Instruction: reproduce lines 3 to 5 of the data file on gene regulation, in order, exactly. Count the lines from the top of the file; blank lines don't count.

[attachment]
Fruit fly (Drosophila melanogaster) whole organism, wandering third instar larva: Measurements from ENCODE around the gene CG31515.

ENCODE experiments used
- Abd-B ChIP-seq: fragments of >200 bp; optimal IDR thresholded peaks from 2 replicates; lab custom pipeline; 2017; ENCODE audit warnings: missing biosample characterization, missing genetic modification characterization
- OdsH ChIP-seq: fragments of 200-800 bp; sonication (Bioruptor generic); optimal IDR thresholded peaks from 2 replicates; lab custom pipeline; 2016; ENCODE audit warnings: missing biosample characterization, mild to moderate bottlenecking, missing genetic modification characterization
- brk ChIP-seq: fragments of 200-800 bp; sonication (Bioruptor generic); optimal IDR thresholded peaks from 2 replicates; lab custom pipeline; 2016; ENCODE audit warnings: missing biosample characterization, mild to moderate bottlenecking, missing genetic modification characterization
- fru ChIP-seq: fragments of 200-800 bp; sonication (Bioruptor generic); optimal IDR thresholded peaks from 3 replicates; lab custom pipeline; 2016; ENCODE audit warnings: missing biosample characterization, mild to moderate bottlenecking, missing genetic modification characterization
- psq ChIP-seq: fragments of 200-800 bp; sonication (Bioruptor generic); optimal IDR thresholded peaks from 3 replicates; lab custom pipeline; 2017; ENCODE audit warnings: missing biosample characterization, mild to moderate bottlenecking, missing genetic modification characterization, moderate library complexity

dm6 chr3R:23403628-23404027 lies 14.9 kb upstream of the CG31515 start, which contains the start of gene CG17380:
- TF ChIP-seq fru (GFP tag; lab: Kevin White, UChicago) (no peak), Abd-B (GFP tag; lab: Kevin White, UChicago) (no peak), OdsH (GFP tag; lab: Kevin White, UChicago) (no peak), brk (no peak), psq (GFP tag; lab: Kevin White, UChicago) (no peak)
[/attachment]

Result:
- Abd-B ChIP-seq: fragments of >200 bp; optimal IDR thresholded peaks from 2 replicates; lab custom pipeline; 2017; ENCODE audit warnings: missing biosample characterization, missing genetic modification characterization
- OdsH ChIP-seq: fragments of 200-800 bp; sonication (Bioruptor generic); optimal IDR thresholded peaks from 2 replicates; lab custom pipeline; 2016; ENCODE audit warnings: missing biosample characterization, mild to moderate bottlenecking, missing genetic modification characterization
- brk ChIP-seq: fragments of 200-800 bp; sonication (Bioruptor generic); optimal IDR thresholded peaks from 2 replicates; lab custom pipeline; 2016; ENCODE audit warnings: missing biosample characterization, mild to moderate bottlenecking, missing genetic modification characterization